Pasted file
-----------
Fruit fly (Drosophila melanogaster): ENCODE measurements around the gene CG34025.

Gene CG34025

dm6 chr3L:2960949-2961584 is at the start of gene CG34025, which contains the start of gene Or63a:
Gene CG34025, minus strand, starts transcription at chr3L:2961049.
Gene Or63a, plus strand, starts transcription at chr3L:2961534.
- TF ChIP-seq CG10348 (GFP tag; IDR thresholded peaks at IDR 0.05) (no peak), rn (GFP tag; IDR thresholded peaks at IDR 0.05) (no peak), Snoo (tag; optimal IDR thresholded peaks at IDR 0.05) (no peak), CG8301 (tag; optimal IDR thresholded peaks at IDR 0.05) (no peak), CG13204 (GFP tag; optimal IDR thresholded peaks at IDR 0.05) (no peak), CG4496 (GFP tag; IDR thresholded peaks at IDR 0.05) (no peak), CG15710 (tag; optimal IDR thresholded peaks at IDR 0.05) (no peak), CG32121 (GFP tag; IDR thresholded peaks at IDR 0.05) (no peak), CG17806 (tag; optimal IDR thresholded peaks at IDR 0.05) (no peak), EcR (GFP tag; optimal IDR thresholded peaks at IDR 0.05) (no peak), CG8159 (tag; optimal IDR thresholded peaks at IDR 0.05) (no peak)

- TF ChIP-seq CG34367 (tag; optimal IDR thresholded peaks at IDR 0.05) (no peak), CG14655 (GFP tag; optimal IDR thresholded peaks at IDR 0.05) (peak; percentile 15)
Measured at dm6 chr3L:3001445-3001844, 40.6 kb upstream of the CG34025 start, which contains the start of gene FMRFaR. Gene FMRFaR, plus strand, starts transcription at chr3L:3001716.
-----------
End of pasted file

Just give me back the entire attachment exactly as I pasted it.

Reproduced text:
Fruit fly (Drosophila melanogaster): ENCODE measurements around the gene CG34025.

Gene CG34025

dm6 chr3L:2960949-2961584 is at the start of gene CG34025, which contains the start of gene Or63a:
Gene CG34025, minus strand, starts transcription at chr3L:2961049.
Gene Or63a, plus strand, starts transcription at chr3L:2961534.
- TF ChIP-seq CG10348 (GFP tag; IDR thresholded peaks at IDR 0.05) (no peak), rn (GFP tag; IDR thresholded peaks at IDR 0.05) (no peak), Snoo (tag; optimal IDR thresholded peaks at IDR 0.05) (no peak), CG8301 (tag; optimal IDR thresholded peaks at IDR 0.05) (no peak), CG13204 (GFP tag; optimal IDR thresholded peaks at IDR 0.05) (no peak), CG4496 (GFP tag; IDR thresholded peaks at IDR 0.05) (no peak), CG15710 (tag; optimal IDR thresholded peaks at IDR 0.05) (no peak), CG32121 (GFP tag; IDR thresholded peaks at IDR 0.05) (no peak), CG17806 (tag; optimal IDR thresholded peaks at IDR 0.05) (no peak), EcR (GFP tag; optimal IDR thresholded peaks at IDR 0.05) (no peak), CG8159 (tag; optimal IDR thresholded peaks at IDR 0.05) (no peak)

- TF ChIP-seq CG34367 (tag; optimal IDR thresholded peaks at IDR 0.05) (no peak), CG14655 (GFP tag; optimal IDR thresholded peaks at IDR 0.05) (peak; percentile 15)
Measured at dm6 chr3L:3001445-3001844, 40.6 kb upstream of the CG34025 start, which contains the start of gene FMRFaR. Gene FMRFaR, plus strand, starts transcription at chr3L:3001716.